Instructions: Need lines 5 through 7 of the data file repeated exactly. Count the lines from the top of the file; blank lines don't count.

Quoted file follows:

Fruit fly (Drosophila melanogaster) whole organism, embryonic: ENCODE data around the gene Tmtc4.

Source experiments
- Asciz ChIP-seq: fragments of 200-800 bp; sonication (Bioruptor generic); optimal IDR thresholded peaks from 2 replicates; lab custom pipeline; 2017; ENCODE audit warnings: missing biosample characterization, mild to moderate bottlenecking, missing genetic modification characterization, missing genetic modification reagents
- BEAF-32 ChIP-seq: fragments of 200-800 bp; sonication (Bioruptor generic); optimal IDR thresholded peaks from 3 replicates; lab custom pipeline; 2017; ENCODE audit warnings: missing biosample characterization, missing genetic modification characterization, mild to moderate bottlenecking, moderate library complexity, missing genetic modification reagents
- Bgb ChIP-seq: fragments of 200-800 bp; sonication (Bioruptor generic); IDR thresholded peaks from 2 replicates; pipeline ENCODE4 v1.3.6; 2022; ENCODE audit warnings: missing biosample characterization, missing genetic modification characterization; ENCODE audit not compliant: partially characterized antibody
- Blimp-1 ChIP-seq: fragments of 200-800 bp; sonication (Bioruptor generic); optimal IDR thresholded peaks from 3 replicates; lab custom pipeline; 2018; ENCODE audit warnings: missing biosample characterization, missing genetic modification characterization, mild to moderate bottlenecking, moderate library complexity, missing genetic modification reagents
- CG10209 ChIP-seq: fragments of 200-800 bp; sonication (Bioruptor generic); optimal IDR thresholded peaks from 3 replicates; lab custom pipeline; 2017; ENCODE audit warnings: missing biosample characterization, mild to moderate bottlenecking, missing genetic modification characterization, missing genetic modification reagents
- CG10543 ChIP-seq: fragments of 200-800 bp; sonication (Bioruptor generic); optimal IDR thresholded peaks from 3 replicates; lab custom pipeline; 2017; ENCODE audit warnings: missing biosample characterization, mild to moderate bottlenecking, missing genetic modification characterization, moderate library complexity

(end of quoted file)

- Bgb ChIP-seq: fragments of 200-800 bp; sonication (Bioruptor generic); IDR thresholded peaks from 2 replicates; pipeline ENCODE4 v1.3.6; 2022; ENCODE audit warnings: missing biosample characterization, missing genetic modification characterization; ENCODE audit not compliant: partially characterized antibody
- Blimp-1 ChIP-seq: fragments of 200-800 bp; sonication (Bioruptor generic); optimal IDR thresholded peaks from 3 replicates; lab custom pipeline; 2018; ENCODE audit warnings: missing biosample characterization, missing genetic modification characterization, mild to moderate bottlenecking, moderate library complexity, missing genetic modification reagents
- CG10209 ChIP-seq: fragments of 200-800 bp; sonication (Bioruptor generic); optimal IDR thresholded peaks from 3 replicates; lab custom pipeline; 2017; ENCODE audit warnings: missing biosample characterization, mild to moderate bottlenecking, missing genetic modification characterization, missing genetic modification reagents